Wednesday, February 17, 2010
This has been a tough winter. Especially for my UK athletes. It seems that the UK has been hit by a perpetual winter storm that has lasted most of the season. Needless to say, they are ready for this winter to be over and to get out of the gym and back on the roads.
On the upside, the indoor time has allowed us to really hone in on 2 critical abilities to Ironman racing – steady (trainer) cycling and pure strength. Many of my athletes are at or on the verge of life best strength numbers at the moment. As we emerge from the cold, it will be my job to transfer this potential ‘gym strength’ to real ‘rubber meets the road’ strength.
In a previous blog, I wrote about the theory of strength-endurance training. Specifically, about how to look at torque numbers to set some goals for on-the-bike strength training. However, these numbers are of little value to athletes ‘on the road’, as you usually don’t get to see your torque numbers from a given training session until after the download. Not sure if the new Joule will change that situation (?) but for now, most folks are limited to basing their concrete training prescriptions on 2 elements: power and cadence.
So, without further ado, let me present a table that looks at the sort of power/cadence combinations that are optimal for on the bike strength & strength-endurance work:
You can use the table as follows:
Let’s say your Functional Threshold Power is 300W. The minimal power/cadence combination that is likely to elicit strength gains is ~205W @ 40rpm. In practice you may set a target range of 205-250W @ 40-50rpm. This is a power level that is significantly below functional threshold, actually upper steady for most folks at the bottom of this range, allowing you to accumulate quite a lot of work in this zone.
For the higher octane strength work, for an athlete with an FTP of 300W, big gear hill reps of 30-60s@ ~40-60rpm/410+W will likely offer the athlete the greatest strength ‘bang’ for his time ‘buck’.
A new, very useful, tool that has recently emerged with the introduction of wko’s v3.0 is that of quadrant analysis. Basically, breaking a ride’s data points into 4 quadrants – High Force + High Cadence, High Force + Low Cadence, Low Force + Low Cadence and Low Force + High Cadence. This is a particularly useful way of looking at strength-endurance training, with the first type of session ideally falling within the lower half of quadrant 2 (High Force + Low Cadence), i.e. below threshold power but above threshold force, and the latter falling in the top half of Q2 – above threshold power and significantly above threshold force.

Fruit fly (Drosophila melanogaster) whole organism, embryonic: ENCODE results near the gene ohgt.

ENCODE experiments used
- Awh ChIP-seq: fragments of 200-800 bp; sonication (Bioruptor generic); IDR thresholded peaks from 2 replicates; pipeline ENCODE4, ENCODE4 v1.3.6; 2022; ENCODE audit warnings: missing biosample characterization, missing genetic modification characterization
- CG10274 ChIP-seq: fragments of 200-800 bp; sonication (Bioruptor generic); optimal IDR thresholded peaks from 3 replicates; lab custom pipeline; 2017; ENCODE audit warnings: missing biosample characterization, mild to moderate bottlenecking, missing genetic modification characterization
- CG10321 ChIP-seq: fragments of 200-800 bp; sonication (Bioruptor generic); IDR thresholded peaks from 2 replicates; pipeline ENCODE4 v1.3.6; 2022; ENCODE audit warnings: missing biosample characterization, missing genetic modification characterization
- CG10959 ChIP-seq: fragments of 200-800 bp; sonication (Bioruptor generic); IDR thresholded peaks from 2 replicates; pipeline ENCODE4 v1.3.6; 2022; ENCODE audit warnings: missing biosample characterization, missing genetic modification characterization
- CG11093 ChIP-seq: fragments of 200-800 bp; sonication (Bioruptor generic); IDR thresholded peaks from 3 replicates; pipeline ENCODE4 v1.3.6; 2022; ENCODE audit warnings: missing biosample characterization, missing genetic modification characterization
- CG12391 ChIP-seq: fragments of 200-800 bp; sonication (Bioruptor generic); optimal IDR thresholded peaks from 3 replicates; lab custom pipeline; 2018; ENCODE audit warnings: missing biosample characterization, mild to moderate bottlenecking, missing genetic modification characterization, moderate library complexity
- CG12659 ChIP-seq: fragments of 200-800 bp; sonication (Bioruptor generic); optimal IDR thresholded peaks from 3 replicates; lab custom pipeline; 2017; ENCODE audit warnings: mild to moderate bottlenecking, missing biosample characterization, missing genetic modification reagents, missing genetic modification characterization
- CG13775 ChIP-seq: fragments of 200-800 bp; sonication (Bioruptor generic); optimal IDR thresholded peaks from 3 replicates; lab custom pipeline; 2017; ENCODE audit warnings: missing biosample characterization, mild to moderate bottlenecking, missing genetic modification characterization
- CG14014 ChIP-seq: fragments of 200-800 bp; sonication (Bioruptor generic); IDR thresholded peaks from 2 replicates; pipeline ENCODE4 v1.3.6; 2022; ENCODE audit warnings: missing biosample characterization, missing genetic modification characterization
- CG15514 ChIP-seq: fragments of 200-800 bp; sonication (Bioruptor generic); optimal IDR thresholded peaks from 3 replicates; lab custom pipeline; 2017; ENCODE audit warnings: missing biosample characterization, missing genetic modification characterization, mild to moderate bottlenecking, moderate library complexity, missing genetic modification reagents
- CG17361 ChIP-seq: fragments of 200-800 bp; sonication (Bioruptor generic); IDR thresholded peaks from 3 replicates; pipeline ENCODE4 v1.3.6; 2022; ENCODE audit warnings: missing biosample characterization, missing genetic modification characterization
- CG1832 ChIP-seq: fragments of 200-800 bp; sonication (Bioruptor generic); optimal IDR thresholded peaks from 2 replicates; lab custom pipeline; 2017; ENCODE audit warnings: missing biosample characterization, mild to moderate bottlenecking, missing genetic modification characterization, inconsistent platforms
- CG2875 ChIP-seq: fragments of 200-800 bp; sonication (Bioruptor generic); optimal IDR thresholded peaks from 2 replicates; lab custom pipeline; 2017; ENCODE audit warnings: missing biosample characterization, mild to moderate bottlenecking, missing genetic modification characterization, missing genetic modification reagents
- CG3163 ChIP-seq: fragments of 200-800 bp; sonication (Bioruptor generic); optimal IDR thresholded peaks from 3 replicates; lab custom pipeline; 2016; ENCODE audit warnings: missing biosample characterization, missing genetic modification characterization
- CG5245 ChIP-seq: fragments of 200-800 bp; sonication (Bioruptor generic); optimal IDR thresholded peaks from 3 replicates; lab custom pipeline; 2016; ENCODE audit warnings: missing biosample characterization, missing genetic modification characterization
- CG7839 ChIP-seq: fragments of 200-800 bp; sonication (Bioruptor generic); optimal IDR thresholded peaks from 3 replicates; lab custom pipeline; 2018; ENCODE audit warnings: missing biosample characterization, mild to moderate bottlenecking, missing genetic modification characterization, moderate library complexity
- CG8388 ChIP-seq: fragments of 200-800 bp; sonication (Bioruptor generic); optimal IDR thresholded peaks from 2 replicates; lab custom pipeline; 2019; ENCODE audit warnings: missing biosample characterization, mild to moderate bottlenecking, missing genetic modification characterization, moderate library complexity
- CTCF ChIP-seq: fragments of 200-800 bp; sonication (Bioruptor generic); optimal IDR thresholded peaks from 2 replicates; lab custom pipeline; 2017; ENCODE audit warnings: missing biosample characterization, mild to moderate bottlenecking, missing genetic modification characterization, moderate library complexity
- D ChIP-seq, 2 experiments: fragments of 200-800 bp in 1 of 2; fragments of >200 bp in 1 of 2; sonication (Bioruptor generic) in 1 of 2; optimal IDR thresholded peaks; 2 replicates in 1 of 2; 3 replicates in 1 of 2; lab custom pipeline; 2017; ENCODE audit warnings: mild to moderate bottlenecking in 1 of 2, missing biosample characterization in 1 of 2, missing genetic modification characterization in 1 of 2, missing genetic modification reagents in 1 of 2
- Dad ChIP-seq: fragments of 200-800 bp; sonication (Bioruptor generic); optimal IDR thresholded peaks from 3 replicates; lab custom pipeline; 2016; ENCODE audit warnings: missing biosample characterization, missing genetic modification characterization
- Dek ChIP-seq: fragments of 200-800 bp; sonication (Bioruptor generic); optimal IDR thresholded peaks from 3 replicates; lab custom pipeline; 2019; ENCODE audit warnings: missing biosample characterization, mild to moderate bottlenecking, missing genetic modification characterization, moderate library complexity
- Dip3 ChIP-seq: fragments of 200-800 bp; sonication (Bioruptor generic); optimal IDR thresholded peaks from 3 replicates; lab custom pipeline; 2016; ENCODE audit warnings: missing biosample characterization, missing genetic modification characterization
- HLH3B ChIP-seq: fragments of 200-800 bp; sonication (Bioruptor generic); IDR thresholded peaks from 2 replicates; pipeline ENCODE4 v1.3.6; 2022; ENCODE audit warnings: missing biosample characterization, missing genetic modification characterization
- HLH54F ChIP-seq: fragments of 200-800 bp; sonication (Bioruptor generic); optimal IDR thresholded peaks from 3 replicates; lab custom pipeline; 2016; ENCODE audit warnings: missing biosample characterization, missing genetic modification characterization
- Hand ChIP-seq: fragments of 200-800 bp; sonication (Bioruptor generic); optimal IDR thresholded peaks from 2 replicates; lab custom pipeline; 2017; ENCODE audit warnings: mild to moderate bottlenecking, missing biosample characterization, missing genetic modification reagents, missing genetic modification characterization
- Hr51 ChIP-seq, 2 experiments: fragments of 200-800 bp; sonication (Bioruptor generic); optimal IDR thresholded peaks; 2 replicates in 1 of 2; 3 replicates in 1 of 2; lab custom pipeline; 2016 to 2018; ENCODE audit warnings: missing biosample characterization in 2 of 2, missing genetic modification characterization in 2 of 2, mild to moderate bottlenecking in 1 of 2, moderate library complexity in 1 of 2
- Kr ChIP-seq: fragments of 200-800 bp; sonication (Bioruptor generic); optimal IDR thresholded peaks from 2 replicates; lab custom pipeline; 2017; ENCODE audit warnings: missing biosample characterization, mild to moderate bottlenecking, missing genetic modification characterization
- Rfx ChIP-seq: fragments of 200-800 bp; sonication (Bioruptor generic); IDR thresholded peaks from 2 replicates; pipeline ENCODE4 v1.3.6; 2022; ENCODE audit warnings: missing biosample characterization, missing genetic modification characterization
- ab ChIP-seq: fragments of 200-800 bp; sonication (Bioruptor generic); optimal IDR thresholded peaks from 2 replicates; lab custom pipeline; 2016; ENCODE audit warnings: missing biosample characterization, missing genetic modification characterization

An example of a strength-endurance session from one of the athletes that I coach is shown below.
The chart shows the ride data broken into the 4 quadrants. Because most of the ride took place in Q2 and Q3, these are dominant. The orange elipse in the center of Q2 represents the ‘sweet spot’ of strength-endurance work, i.e. high loads with relatively low metabolic stress. FTP is represented by the darker orange line cutting Q2 in half. The ‘sweet spot’ for pure strength work occurs within the red elipse, i.e. low cadence but above the FTP line. Because this wasn’t the objective of the ride, only one point occurs within this range.
To put this ride into more ‘real world’ terms, it involved a 5mi 8.5% climb with the instruction to keep wattage within the 210-250W range with a firm cap of 300W (FTP) and cadence at 40-60rpm, i.e. within the prescriptive range of strength-endurance training from the table above. In chart terms this represented from 286N @ 0.73m/s (210W@40rpm) to 341N @ 0.73m/s (250W@40rpm). The athlete clearly did a good job of racking up a good number of data points within this range.
Considering a competitive Ironman bike split requires the equivalent of 43,000 or so step ups with 45lb on your back, it’s no surprise that strength is important. But pure gym strength doesn’t cut it. Your strength program should move from general strength training designed to improve your strength reserve to specific muscular endurance training at race specific loads. ‘On-the-bike’ strength work is a key intermediate step.